How to Get the Viral Wobbly Guitar String Effect

Capturing the wobble of guitar strings is the latest video craze, and it’s a useful tool for other projects. Here’s how it’s done.

I’m convinced that restringing a guitar, whether it’s a bass, electric, or acoustic, is the worst part of this musical world. Now, if you’re into guitars and you follow a number of guitarists on Instagram or TikTok, you’ve probably been served a video clip by the algorithm where the guitar strings are doing this.

In the tutorial below, I quickly run you through what you need to do with your mobile phone in order to create the same effect.

Why Do Strings Wobble?

Now, that’s a very cool effect, though it’s not technically an effect; we’re just seeing the oscillation of the guitar strings when they are played. Usually, that vibration is too fast for us to see. But under specific camera conditions, we can make it visible. It’s very similar to when you might have seen a video clip of a helicopter, and the rotor blade looks static, even though the helicopter is flying throughout the scene.

This happens because of two factors: the shutter speed and the rolling shutter sensor. Let’s break these two down.

Shutter speed refers to the rate at which the shutter closes for each exposure. Upon capturing light, the shutter closes, and the sensor’s data is processed into digital information, forming an image. In video capture, this involves taking numerous consecutive images, or “frames,” at high speed. When played back sequentially at a rapid rate, these frames create the illusion of continuous motion. Although modern digital cameras don’t have mechanical shutters, the electronic shutters in digital cameras process information similarly. In film, the shutter speed is typically 1/48 when filming at 24fps, or it follows at least a 180-degree shutter angle.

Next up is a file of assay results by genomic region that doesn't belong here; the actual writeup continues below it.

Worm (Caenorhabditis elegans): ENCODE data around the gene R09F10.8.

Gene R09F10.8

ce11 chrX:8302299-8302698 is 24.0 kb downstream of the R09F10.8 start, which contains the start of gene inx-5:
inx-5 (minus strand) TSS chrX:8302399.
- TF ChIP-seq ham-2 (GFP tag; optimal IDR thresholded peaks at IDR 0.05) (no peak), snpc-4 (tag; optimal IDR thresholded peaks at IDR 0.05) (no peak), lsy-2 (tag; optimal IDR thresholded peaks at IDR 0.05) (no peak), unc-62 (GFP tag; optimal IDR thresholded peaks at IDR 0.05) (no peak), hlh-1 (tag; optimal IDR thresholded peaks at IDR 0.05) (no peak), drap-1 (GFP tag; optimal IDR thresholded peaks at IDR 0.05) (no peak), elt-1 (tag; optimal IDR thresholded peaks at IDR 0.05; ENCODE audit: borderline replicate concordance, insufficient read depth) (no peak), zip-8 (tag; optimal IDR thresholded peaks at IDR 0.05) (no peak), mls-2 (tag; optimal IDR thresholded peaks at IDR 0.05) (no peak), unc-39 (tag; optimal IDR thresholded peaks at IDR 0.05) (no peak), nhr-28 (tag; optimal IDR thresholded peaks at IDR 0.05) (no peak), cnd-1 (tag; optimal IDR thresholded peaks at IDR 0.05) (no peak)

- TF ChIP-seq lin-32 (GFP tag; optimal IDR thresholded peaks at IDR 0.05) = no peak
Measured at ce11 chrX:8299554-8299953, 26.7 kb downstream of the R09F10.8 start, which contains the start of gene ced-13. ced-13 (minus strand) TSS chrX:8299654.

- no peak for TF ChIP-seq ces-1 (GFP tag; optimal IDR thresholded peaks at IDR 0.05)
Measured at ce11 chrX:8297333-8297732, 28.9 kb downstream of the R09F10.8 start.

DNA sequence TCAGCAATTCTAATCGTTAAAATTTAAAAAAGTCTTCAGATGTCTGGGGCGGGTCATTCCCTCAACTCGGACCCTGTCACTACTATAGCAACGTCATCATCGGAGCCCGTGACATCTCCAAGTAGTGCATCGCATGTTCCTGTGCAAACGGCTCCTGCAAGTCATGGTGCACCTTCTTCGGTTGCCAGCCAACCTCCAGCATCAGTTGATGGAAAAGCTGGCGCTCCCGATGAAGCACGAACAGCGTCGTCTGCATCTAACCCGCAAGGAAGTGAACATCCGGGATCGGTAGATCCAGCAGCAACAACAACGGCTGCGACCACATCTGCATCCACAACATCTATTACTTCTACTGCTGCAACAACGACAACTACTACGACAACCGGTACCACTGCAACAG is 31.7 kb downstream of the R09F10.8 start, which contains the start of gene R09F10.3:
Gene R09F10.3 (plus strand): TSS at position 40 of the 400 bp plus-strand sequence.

Diving deeper into the image sensor aspect, we find two primary types used in contemporary digital cameras: those with a global shutter and those with a rolling shutter. Cameras equipped with a global shutter capture the entire scene at once, meaning every part of the frame is exposed to light simultaneously. This mechanism is ideal for capturing fast-moving subjects without distortion. Conversely, cameras using a rolling shutter sequentially capture images, scanning the scene line by line from one side of the frame to the other. Although slightly slower, this process compiles the complete image over a brief period, leading to distinctive distortions in rapidly moving subjects or when the camera itself is in motion. Back in the heyday of DSLRs, creators often tested a camera’s rolling shutter by whip panning back and forth against a street lamp, as the lamp would appear slanted due to the line-by-line scan of the rolling shutter.

The rolling shutter phenomenon is instrumental in creating the wobbly guitar strings effect. In stationary or slow-moving subjects, a rolling shutter accurately captures the scene without noticeable distortion, as the sensor adequately scans each part of the image. However, when the subject moves rapidly, the sequential nature of the rolling shutter capture can result in a skewed representation of the subject, because different parts of the subject are recorded at slightly different times. This leads to intriguing and often artistic distortions observed in fast-moving objects, such as airplane propeller blades or the rapidly vibrating strings of a guitar. Increasing the shutter speed gives the camera less time to expose the image, capturing more information within the exposure.